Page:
How Much Tax Do You Pay on Cryptocurrency?

Cryptocurrency is currently one of the most talked-about financial topics. Despite the fact that the market is volatile, statistics show that crypto investors profited handsomely in the early stages of the technology. Many people have made a lot of money by buying and selling virtual currencies over the last few years.

Maybe you’ve already made a purchase of cryptocurrency. If that’s the case, you’ll have to figure out when the best time is to cash in on the cryptocurrency gold rush. But, before you get there, consider how you’ll handle cryptocurrency taxes. Uncle Sam will almost certainly want a piece of the profit if you sell for a profit. While virtual currencies may not exist, the taxes you’ll have to pay do.

Naturally, you want to keep as much money as possible and maximize your gains by lowering your crypto taxes. You’ll need a basic understanding of how cryptocurrency gains are taxed to do this. Then you can start considering ways to lower or eliminate your tax bill. Hopefully, the information and advice provided below will assist you in keeping crypto taxes under control and allowing you to gain financial advantage.

What are Crypto Taxes and How Do They Affect You?

For federal income tax purposes, cryptocurrency is regarded as “property.” The IRS considers it a capital asset for the average investor. As a result, crypto taxes are the same as any other gain realised on the sale or exchange of a capital asset.

When you buy a stock, bond, house, widget, Dogecoin, Bitcoin, or other investment, you establish a basis equal to the cost of acquisition. When you sell something, you compare the proceeds to the basis to see if you made a profit or if you lost money. A capital gain occurs when the proceeds exceed your basis. A capital loss occurs if the position is reversed.

You should also think about how long you owned the asset. Your gains or losses will be classified as “short-term” or “long-term” depending on how long you keep your cryptocurrency. This distinction will have a significant impact on the amount of cryptocurrency taxes you must pay.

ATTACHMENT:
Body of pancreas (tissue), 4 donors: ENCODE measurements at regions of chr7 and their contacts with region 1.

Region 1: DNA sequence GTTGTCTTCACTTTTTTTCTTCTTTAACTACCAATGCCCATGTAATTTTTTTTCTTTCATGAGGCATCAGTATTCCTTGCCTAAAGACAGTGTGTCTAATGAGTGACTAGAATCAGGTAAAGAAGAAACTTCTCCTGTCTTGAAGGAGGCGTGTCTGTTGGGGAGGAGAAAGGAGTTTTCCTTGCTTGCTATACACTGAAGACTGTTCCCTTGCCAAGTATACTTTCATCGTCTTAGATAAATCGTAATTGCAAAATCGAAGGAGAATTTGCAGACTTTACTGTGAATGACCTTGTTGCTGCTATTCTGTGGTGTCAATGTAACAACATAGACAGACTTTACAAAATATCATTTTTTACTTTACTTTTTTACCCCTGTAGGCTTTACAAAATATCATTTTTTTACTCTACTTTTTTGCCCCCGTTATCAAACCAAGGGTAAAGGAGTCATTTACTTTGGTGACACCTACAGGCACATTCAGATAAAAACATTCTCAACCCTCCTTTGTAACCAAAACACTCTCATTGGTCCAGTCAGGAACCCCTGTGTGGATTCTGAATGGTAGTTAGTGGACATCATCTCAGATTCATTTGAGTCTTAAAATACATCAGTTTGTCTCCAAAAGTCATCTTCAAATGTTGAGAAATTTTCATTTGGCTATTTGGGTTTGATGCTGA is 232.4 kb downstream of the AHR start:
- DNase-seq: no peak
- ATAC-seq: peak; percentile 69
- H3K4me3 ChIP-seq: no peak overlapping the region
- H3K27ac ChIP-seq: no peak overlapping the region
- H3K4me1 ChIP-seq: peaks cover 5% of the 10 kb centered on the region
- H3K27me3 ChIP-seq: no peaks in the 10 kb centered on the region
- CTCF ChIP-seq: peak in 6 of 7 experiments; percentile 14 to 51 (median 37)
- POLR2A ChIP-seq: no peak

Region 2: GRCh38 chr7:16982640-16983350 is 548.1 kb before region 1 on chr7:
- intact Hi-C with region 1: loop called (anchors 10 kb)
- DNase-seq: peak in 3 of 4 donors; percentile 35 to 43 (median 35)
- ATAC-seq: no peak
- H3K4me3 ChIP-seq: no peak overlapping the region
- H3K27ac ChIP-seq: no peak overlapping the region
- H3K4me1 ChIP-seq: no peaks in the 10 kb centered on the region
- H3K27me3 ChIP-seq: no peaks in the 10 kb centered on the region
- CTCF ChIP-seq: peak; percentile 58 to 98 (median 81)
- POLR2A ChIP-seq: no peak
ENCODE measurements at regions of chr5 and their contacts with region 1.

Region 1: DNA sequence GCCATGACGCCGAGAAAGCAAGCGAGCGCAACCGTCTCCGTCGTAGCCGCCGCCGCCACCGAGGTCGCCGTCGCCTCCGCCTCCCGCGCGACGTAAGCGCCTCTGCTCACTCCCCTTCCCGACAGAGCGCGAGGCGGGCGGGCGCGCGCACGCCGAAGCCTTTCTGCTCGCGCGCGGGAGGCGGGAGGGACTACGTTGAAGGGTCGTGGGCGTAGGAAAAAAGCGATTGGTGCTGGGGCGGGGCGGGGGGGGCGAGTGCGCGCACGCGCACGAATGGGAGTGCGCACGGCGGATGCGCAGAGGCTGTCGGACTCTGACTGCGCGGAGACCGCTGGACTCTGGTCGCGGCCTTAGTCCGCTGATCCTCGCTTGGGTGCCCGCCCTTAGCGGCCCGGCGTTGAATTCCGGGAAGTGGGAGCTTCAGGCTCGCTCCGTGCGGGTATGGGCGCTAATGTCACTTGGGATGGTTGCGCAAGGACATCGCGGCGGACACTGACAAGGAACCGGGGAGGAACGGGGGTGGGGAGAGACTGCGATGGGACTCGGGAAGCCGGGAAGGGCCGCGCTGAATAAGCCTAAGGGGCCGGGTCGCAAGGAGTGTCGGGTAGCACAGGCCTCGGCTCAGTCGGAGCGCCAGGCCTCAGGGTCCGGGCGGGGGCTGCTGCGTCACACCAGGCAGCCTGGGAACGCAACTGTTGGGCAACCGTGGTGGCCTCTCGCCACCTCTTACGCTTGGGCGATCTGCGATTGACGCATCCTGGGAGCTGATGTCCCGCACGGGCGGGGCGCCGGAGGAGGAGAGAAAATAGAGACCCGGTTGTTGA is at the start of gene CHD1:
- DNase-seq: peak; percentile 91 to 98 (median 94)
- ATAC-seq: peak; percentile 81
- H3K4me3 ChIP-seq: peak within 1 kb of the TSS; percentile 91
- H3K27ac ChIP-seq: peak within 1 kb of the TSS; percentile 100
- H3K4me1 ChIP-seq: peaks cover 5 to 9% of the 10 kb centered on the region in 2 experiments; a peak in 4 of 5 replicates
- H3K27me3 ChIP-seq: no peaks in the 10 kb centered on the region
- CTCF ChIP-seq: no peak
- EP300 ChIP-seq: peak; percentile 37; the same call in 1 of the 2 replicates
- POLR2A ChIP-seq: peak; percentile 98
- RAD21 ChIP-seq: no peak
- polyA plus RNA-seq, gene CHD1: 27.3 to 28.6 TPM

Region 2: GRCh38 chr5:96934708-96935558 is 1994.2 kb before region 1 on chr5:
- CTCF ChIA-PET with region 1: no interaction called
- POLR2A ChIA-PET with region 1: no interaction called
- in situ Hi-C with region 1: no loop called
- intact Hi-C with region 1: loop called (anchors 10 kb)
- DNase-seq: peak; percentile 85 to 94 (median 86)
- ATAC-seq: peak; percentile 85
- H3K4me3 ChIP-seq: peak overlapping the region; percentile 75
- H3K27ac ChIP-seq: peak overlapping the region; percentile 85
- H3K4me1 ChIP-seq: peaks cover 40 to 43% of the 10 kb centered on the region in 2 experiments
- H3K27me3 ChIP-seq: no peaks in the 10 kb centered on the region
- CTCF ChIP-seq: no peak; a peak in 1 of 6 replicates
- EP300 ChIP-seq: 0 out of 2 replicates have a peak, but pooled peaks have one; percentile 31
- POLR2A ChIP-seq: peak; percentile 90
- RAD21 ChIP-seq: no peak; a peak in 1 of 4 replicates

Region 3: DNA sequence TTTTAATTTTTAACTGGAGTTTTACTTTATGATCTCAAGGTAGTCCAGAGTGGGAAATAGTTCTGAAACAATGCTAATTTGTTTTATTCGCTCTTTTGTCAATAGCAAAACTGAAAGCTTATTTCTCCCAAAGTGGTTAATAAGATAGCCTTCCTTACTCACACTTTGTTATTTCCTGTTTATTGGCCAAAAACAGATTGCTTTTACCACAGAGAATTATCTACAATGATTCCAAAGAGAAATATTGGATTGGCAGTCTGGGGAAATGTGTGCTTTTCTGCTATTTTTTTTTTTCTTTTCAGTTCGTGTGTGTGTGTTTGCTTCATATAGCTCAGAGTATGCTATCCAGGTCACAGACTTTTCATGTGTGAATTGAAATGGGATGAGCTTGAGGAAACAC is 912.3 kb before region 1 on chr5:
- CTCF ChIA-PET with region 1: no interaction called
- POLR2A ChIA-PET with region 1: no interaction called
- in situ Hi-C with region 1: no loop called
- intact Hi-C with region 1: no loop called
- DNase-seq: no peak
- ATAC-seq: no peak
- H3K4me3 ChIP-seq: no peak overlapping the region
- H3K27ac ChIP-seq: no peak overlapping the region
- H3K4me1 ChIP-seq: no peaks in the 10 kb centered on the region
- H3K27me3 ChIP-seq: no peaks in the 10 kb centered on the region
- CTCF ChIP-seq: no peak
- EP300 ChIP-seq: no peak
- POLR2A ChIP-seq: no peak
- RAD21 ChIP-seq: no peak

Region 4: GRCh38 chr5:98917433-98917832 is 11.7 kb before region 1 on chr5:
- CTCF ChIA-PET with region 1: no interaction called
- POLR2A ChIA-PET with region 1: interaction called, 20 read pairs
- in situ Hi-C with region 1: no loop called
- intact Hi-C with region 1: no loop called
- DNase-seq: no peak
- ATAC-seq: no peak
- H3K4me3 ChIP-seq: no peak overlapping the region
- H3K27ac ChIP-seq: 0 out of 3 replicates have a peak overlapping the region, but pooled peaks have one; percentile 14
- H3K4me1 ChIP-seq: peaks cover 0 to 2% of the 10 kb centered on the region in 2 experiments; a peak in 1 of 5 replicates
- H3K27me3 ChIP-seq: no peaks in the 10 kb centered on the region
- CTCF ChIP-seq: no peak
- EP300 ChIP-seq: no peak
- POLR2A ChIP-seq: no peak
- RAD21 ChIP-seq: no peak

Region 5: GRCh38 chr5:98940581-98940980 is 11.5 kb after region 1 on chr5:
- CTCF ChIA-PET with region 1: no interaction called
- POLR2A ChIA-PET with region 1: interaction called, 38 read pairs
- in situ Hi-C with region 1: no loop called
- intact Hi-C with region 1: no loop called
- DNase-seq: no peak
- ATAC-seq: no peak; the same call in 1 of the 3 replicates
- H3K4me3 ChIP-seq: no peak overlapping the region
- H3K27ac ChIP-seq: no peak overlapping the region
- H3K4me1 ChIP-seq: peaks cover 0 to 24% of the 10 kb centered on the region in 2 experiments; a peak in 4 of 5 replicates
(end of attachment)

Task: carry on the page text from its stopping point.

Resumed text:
1. Gains and Losses on Short-Term Capital. A short-term capital gain or loss is recognised when you buy and sell an asset within a 365-day period. Short-term gains are taxed at the same rates as ordinary income, which includes wages, salaries, commissions, and other sources of earned income. In 2021, the IRS will have seven ordinary income tax brackets, ranging from 10% to 37%.

2. Gains and Losses on Long-Term Capital Assets Long-term capital gain or loss occurs when you buy an asset and sell it after a year. Because the rates are generally lower, you will pay less tax on a long-term gain than you will on a short-term gain. Long-term capital gains are currently subject to three tax rates: 0%, 15%, and 20%. Your rate is determined by your earnings.

Taxes on Cryptocurrencies: How Can They Be Minimized?

Now that you’ve learned a little more about crypto taxes, which are essentially capital gains taxes, you’ll want to devise a strategy to reduce the amount you owe the IRS. Here are a few pointers to help you save money on taxes.

1. Wait until your short-term gains have been realized before investing. Turning Short-Term Profits into Long-Term Profits

As previously stated, depending on how long you have owned cryptocurrency, different capital gains rates will apply. Hold your cryptocurrency for long enough to convert short-term gains into long-term gains if you want to reduce your tax bill. It won’t be easy, but if you have the patience and fortitude to hold onto your cryptocurrency for at least a year before selling, you’ll likely pay a lower tax rate on any capital gains.

2. Capital Gains and Losses Should Be Offset

Another way to reduce the amount of money crypto investors have to pay in taxes is to use capital losses to offset capital gains. This works by subtracting taxable gains on cryptocurrencies or other appreciated-in-value investments from losses on crypto assets sold during the year.

However, keep in mind that this strategy has its limitations. You must first offset losses of the same kind when you recognize investment losses. Short-term losses, for example, reduce your short-term gains first, followed by long-term losses. Then, if you have any net losses of either kind, you can use them to offset the other type of capital gain. So, if you have a lot of short-term losses, you can use them to offset any remaining long-term capital gain.

You can reduce your ordinary income if you still have a net capital loss. However, you can only use up to $3,000 of capital loss in any given year to reduce your ordinary income when using this strategy. The remaining balance can be carried forward to the next year to offset future gains or used to reduce your ordinary income by up to $3,000 per year.

3. Sell during a year with a low income.

When you’re waiting for your crypto gains to convert from short to long-term, another factor to consider is selling in a low-income year.

Taxes on both short- and long-term gains can be reduced by selling in a low-income year. You won’t have as much other income added on if you have short-term gains that are taxed as ordinary income. If you sell short-term assets when you retire and stop working, your tax bracket could be entirely based on the income from your short-term gains. If you have long-term capital gains, a lower overall income for the year can also translate to a lower tax rate on those gains. This is because your long-term capital gains rate either 0%, 15%, or 20% – is determined by your taxable income. As a result, if your taxable income is lower, your longer-term capital gains tax rate is likely to be lower.